On Monday, Furman coach Clay Hendrix cleared up the mystery of who will be playing quarterback for the Paladins. During his weekly press conference, Hendrix said he expected both Darren Grainger and Hamp Sisson to play just as they did in last Saturday's 64-7 win over Point.

"Saturday was obviously a little different, but we still plan to play both. I think they both bring something to the table and we don't change anything we do offensively," Hendrix said. "I thought they both handled themselves well and made some plays (Saturday). Darren will probably start again, but we will probably play both of them.
"I just think that's where we are at the quarterback position. There's a great relationship between the two of them and with Coach (George) Quarles, so I think that's what the plan will be as we go through this week at practice."

Grainger has completed 76-of-154 passes (49.4 percent) for 1,203 yards with 13 touchdowns and three interceptions this season. He's also rushed for 296 yards (3.4 per carry) and five touchdowns. Sisson is 46-of-76 (60.5 percent) for 575 yards with three touchdowns and two interceptions. He's also rushed for 135 yards (5.6) per carry and two touchdowns.

Paladins relieved
After winning a share of the Southern Conference championship in 2018 only to be left out of the playoff field, it was a nervous time in the football meeting room Sunday. Despite being ranked in the top 15 for most of the season, some national FCS writers had projected Furman to be snubbed once again.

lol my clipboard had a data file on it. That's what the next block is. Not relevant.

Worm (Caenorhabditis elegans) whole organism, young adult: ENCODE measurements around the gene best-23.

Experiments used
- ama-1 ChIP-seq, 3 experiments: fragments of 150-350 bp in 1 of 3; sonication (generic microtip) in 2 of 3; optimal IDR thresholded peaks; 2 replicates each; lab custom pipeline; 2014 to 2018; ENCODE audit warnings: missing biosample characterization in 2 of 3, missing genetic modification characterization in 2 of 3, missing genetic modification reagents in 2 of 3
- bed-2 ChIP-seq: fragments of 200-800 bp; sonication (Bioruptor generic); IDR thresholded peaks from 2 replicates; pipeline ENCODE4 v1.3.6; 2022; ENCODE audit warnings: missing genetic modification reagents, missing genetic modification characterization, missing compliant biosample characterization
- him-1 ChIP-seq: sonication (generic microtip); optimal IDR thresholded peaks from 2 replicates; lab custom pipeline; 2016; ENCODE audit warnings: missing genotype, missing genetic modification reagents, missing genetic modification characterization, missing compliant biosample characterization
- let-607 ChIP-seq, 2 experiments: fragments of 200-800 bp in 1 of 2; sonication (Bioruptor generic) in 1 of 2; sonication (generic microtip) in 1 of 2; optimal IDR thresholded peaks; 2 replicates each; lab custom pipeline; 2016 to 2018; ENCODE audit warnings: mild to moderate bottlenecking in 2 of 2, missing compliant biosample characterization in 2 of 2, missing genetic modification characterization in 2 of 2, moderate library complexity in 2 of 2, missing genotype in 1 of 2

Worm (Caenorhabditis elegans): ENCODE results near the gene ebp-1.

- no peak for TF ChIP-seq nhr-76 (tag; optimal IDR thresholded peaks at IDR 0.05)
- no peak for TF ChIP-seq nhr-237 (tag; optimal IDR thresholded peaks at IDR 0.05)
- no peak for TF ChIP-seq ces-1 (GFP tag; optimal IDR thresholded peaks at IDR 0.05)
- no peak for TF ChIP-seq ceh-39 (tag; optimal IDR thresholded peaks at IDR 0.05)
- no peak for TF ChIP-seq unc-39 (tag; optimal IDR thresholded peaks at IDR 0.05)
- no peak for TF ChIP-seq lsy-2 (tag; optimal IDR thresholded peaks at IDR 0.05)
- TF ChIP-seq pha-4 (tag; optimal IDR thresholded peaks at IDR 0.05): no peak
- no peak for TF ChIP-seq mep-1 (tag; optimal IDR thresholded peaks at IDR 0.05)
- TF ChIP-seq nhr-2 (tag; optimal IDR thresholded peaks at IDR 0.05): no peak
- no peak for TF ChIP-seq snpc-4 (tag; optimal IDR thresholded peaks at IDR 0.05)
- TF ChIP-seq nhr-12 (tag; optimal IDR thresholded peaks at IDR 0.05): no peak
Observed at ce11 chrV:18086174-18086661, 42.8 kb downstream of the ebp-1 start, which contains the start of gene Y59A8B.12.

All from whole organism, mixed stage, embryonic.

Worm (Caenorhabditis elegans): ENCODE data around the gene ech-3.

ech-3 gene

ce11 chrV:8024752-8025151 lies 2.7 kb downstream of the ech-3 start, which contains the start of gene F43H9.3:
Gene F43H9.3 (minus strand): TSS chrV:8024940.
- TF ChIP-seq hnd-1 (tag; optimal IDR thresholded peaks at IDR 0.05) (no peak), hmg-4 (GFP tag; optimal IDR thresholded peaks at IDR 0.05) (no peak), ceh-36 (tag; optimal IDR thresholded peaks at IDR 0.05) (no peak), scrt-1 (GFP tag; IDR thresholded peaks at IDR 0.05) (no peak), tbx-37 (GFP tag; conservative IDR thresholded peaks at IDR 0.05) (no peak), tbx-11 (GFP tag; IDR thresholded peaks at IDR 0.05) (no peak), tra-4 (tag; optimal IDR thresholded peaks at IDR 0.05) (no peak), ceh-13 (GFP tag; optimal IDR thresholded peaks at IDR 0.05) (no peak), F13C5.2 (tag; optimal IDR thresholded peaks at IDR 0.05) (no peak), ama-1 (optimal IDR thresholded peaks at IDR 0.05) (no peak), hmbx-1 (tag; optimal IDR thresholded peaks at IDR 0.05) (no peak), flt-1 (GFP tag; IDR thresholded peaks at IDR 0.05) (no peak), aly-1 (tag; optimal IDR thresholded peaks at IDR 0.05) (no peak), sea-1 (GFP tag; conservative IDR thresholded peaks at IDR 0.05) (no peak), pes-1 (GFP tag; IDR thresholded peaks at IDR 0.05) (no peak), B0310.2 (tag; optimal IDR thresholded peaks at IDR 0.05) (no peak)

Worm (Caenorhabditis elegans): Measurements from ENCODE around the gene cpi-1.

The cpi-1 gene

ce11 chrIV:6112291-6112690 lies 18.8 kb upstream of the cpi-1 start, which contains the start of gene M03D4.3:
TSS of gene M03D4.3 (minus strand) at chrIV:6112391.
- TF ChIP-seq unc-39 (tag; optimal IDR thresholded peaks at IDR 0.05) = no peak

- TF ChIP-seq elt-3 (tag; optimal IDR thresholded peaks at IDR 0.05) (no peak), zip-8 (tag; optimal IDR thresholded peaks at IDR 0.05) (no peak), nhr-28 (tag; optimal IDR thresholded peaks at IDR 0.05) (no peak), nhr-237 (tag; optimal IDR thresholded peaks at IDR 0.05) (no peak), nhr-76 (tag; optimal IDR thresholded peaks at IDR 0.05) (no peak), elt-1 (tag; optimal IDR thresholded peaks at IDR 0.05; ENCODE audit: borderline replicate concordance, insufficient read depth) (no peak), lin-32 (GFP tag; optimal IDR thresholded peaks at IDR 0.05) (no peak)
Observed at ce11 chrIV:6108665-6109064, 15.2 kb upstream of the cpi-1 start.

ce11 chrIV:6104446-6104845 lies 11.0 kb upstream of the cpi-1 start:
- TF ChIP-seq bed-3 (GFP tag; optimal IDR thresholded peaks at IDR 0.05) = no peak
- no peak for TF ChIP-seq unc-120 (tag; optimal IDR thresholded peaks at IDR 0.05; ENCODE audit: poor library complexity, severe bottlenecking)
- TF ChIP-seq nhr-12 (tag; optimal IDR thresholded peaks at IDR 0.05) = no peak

The tension didn't get any lighter when the top eight seeds were announced and SoCon champ Wofford wasn't one of them. You'd have to believe that if one SoCon team earned a seed it wouldn't be the only league representative in the field. There was also a thought that the Paladins might take on Kennesaw State with the winner going to Wofford in round two - similar to what happened in 2017.

As the rest of the field was revealed, uneasiness didn't slide as teams like 24th-ranked North Dakota and 25th-ranked Albany received at-large bids. When Austin Peay came up as a host, there had to be a feeling that this could be the last hope for a Furman destination. When the Paladins popped on the screen as the Governors' opponent, the players popped in celebration.

"I thought we were in, but at the same time, you never quite know," Hendrix said. "I was standing in the back of the room and I can't see really good from that distance, but I saw the purple when it popped up. Then obviously I saw our kids get excited.
"I couldn't be more happy to be where we are and just have a chance to play. We didn't really care who it was or where, we're just excited to go play. ... It's always good to be practicing on Thanksgiving. If you're doing that, then you've had a pretty good year."

Playoff experience
Saturday's game will be Furman's 36th FCS (I-AA) playoff game in school history and the Paladins will be seeking their 20th postseason win. This is the 18th year Furman has made the playoffs. Only Montana (24) and Northern Iowa (21) have made the postseason more.

That's not the case at all for Saturday's opponent - and possibly next Saturday's as well. Austin Peay and Sacramento State made the playoff field for the first time ever this season. The Furman-Austin Peay winner will play at fourth-seeded Sacramento State in round two.

There are quite a few older Paladins who were part of the 2017 playoff experience, but Hendrix doesn't expect that to mean much come kickoff on Saturday.

"I think we will probably be going to a place where their fanbase is going to be fired up because it's the first time they've had a chance to experience that," Hendrix said. "I think team-wise, you prepare like it's another game. But you know it's your last one if you don't get it done."

Atkins honored again